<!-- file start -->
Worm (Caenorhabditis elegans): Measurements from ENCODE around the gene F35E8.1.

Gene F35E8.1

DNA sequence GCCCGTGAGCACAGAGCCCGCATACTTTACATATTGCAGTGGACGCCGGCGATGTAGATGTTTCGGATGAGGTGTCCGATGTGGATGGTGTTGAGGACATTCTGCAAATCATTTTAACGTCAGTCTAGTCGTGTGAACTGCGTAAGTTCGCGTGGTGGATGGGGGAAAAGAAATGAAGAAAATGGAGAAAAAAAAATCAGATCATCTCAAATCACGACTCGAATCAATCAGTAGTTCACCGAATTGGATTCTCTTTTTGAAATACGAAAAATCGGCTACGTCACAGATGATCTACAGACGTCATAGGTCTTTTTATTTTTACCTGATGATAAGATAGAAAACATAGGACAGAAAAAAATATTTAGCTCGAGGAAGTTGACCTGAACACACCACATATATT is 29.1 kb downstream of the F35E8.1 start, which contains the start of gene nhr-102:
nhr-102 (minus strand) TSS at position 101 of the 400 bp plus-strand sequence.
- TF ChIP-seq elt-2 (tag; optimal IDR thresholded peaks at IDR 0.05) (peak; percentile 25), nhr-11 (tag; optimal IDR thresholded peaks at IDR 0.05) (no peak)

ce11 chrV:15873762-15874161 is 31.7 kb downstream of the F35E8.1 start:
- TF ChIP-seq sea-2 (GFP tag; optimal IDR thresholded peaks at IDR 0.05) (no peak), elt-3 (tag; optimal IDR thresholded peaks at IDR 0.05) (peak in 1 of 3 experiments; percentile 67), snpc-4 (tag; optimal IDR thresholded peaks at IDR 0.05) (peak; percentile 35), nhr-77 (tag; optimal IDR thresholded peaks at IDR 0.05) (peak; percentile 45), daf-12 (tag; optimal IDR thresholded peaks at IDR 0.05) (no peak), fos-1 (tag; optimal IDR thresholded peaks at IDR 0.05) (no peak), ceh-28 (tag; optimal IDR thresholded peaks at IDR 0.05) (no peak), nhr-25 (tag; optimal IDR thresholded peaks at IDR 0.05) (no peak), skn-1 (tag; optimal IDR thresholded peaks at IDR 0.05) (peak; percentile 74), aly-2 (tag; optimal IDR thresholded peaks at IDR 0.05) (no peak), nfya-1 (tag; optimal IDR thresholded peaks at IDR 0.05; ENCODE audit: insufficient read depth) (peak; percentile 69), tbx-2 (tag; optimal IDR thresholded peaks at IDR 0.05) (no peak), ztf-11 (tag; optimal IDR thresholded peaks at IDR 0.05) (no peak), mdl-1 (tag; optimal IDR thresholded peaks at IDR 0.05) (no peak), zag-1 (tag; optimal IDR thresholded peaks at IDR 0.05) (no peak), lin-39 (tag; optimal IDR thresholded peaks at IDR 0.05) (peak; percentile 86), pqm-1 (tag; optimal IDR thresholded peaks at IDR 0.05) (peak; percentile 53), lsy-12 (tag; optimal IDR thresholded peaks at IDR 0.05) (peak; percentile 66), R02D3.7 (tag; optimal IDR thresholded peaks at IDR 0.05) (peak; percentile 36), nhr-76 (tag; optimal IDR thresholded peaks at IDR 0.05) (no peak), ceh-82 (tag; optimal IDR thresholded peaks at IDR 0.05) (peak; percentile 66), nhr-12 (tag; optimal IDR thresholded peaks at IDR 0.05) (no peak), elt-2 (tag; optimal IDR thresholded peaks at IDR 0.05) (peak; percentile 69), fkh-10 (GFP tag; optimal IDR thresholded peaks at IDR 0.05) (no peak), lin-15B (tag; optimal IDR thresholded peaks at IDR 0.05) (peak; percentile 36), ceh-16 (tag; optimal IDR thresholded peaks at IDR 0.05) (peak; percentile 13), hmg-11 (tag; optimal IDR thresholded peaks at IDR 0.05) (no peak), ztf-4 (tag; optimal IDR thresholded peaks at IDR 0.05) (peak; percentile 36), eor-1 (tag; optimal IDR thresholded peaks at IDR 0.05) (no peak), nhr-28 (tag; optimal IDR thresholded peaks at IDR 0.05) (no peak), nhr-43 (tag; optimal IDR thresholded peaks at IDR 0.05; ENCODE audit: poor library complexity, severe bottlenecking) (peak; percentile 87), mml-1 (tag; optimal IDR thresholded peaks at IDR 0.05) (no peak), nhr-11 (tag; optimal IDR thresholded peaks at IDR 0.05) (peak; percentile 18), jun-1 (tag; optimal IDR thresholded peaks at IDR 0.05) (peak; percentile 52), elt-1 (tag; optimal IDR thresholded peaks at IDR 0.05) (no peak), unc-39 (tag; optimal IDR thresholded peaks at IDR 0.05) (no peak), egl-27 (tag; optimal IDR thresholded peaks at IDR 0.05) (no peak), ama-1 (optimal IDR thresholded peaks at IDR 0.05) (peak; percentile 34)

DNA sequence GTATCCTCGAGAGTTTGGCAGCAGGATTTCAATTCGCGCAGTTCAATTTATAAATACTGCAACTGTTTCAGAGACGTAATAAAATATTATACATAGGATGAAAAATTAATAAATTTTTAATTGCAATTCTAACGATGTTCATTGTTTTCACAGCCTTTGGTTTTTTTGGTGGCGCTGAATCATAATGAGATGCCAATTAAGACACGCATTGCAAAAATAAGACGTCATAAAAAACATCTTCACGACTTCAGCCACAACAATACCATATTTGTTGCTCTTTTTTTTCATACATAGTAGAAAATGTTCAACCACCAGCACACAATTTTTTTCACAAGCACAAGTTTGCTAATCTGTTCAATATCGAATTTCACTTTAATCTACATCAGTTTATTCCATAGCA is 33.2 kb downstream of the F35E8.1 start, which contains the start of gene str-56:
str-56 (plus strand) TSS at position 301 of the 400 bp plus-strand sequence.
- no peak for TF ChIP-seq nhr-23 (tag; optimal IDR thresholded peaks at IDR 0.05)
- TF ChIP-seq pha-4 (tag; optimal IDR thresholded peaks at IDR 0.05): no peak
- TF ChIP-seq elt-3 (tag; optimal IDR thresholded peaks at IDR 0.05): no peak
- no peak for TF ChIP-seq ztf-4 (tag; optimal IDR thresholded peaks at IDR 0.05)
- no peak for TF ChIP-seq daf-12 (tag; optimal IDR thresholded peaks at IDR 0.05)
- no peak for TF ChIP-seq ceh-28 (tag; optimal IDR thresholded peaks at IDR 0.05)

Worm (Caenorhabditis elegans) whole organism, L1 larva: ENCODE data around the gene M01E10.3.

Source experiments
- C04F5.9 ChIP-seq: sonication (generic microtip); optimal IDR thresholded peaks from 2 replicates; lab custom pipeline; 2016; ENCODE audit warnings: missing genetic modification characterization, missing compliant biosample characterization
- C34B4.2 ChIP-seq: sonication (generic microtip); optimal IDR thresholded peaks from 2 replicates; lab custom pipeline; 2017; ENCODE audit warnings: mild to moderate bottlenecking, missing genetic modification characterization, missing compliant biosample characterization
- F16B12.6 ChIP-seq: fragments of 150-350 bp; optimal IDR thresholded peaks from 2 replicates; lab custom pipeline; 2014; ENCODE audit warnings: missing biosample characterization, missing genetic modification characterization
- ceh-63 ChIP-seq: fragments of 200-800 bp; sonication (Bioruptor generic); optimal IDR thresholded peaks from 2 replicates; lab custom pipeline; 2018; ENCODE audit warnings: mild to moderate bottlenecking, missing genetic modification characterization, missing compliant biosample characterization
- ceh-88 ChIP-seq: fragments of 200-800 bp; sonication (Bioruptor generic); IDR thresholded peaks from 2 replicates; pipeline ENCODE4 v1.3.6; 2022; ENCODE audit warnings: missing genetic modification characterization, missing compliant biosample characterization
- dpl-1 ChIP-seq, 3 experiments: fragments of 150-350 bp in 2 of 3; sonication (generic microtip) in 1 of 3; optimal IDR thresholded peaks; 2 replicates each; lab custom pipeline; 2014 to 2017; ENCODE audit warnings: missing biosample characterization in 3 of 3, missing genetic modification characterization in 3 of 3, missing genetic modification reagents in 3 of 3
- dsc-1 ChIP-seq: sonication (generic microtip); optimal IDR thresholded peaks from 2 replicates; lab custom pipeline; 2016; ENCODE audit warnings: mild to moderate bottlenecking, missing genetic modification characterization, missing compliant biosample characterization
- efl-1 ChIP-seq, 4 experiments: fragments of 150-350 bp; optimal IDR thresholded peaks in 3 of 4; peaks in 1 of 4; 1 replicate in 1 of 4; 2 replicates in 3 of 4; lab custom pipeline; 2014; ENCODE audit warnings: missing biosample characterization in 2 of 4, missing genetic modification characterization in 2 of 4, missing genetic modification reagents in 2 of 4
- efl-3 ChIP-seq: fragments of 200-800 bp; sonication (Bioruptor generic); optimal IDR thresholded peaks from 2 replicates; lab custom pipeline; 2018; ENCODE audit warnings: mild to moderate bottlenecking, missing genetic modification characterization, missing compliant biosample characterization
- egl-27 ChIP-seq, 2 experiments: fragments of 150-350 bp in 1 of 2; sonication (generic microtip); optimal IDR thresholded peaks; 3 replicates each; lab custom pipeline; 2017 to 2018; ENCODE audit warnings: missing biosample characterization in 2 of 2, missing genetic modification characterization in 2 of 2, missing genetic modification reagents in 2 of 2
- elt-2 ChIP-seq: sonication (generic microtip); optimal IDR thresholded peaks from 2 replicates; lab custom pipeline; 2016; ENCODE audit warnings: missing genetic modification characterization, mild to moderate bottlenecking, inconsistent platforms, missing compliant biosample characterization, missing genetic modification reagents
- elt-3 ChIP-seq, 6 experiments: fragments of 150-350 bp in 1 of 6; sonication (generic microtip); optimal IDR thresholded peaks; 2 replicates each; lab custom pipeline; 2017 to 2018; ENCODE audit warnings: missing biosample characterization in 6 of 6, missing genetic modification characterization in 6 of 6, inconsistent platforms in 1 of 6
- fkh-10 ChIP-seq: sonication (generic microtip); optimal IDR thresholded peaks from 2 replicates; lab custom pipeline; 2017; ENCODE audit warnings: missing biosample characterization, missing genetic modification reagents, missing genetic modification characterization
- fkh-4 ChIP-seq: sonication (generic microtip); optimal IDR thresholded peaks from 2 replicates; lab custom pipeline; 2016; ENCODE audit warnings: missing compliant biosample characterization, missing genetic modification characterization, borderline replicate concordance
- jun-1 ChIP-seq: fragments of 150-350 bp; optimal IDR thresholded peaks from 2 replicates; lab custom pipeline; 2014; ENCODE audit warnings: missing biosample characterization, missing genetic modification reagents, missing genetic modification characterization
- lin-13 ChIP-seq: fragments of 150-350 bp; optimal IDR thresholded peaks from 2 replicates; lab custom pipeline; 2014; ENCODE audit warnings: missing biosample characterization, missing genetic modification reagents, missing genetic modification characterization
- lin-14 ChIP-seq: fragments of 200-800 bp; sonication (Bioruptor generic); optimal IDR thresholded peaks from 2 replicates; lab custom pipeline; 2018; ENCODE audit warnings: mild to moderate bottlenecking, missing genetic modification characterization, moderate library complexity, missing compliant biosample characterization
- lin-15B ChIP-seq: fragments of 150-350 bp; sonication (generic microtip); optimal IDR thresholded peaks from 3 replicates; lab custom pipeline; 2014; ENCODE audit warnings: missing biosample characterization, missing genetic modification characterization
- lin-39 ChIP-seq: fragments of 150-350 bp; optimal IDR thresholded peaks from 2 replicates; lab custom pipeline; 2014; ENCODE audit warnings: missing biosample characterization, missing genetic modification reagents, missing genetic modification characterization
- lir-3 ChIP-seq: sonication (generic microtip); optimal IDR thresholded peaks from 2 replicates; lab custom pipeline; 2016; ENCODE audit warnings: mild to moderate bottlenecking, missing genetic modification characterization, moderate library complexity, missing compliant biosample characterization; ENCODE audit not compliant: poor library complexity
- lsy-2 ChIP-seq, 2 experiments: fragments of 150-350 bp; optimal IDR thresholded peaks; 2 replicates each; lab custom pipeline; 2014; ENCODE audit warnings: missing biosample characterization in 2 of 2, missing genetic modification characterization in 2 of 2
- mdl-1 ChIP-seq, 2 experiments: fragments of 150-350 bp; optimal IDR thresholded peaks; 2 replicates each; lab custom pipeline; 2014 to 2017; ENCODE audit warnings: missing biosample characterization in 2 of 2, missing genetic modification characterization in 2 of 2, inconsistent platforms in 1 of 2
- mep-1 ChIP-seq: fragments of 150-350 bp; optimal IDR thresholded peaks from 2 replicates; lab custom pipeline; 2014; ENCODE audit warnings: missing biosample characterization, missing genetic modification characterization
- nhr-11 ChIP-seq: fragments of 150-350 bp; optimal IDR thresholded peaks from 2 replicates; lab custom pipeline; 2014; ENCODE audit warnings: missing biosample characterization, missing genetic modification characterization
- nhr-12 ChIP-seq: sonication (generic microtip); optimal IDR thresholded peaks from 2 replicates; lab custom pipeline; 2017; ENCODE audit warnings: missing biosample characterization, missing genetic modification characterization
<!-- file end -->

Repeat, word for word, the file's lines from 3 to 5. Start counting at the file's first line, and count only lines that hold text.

DNA sequence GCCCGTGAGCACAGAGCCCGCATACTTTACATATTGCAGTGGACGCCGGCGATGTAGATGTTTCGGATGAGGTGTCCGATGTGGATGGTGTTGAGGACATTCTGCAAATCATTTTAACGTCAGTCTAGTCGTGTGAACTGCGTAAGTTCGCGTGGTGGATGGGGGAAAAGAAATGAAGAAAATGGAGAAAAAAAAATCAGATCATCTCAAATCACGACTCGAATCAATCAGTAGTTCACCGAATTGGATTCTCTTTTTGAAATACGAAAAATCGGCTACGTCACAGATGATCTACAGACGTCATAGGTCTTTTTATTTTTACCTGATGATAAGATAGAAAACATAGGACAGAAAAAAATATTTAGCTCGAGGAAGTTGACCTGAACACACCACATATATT is 29.1 kb downstream of the F35E8.1 start, which contains the start of gene nhr-102:
nhr-102 (minus strand) TSS at position 101 of the 400 bp plus-strand sequence.
- TF ChIP-seq elt-2 (tag; optimal IDR thresholded peaks at IDR 0.05) (peak; percentile 25), nhr-11 (tag; optimal IDR thresholded peaks at IDR 0.05) (no peak)